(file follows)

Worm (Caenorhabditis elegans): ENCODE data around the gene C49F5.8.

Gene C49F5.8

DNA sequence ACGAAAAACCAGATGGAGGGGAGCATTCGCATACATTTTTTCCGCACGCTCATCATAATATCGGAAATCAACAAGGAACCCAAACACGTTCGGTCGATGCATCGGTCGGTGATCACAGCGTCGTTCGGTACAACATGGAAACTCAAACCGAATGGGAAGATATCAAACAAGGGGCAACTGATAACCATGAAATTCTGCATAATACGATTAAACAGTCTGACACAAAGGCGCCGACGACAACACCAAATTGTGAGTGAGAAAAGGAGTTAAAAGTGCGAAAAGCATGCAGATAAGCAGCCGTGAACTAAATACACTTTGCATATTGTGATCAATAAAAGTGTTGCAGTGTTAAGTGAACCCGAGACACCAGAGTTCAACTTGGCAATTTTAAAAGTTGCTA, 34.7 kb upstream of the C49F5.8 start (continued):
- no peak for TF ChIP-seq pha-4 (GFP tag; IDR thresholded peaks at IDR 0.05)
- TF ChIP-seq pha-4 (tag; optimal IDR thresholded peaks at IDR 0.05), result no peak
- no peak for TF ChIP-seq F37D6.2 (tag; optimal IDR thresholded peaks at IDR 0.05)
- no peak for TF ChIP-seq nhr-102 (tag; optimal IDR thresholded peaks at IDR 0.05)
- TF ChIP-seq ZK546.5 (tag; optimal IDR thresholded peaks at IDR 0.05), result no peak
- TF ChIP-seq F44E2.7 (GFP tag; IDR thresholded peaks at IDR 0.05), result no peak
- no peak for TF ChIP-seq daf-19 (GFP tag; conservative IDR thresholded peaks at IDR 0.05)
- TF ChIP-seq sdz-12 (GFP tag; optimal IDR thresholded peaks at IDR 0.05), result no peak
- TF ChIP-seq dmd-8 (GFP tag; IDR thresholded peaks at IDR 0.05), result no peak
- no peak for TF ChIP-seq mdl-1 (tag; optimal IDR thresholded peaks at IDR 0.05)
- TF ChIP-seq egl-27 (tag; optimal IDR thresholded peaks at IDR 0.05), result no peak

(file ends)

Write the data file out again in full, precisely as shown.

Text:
Worm (Caenorhabditis elegans): ENCODE data around the gene C49F5.8.

Gene C49F5.8

DNA sequence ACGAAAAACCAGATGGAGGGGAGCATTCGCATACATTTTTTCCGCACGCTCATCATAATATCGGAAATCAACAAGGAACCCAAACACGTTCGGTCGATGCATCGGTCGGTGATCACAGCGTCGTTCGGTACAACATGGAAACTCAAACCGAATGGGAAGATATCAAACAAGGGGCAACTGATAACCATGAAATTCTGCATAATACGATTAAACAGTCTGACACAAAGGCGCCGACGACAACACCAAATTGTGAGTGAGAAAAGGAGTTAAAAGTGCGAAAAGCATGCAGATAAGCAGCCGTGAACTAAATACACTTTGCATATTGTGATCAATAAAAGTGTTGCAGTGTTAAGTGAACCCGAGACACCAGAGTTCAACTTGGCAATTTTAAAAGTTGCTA, 34.7 kb upstream of the C49F5.8 start (continued):
- no peak for TF ChIP-seq pha-4 (GFP tag; IDR thresholded peaks at IDR 0.05)
- TF ChIP-seq pha-4 (tag; optimal IDR thresholded peaks at IDR 0.05), result no peak
- no peak for TF ChIP-seq F37D6.2 (tag; optimal IDR thresholded peaks at IDR 0.05)
- no peak for TF ChIP-seq nhr-102 (tag; optimal IDR thresholded peaks at IDR 0.05)
- TF ChIP-seq ZK546.5 (tag; optimal IDR thresholded peaks at IDR 0.05), result no peak
- TF ChIP-seq F44E2.7 (GFP tag; IDR thresholded peaks at IDR 0.05), result no peak
- no peak for TF ChIP-seq daf-19 (GFP tag; conservative IDR thresholded peaks at IDR 0.05)
- TF ChIP-seq sdz-12 (GFP tag; optimal IDR thresholded peaks at IDR 0.05), result no peak
- TF ChIP-seq dmd-8 (GFP tag; IDR thresholded peaks at IDR 0.05), result no peak
- no peak for TF ChIP-seq mdl-1 (tag; optimal IDR thresholded peaks at IDR 0.05)
- TF ChIP-seq egl-27 (tag; optimal IDR thresholded peaks at IDR 0.05), result no peak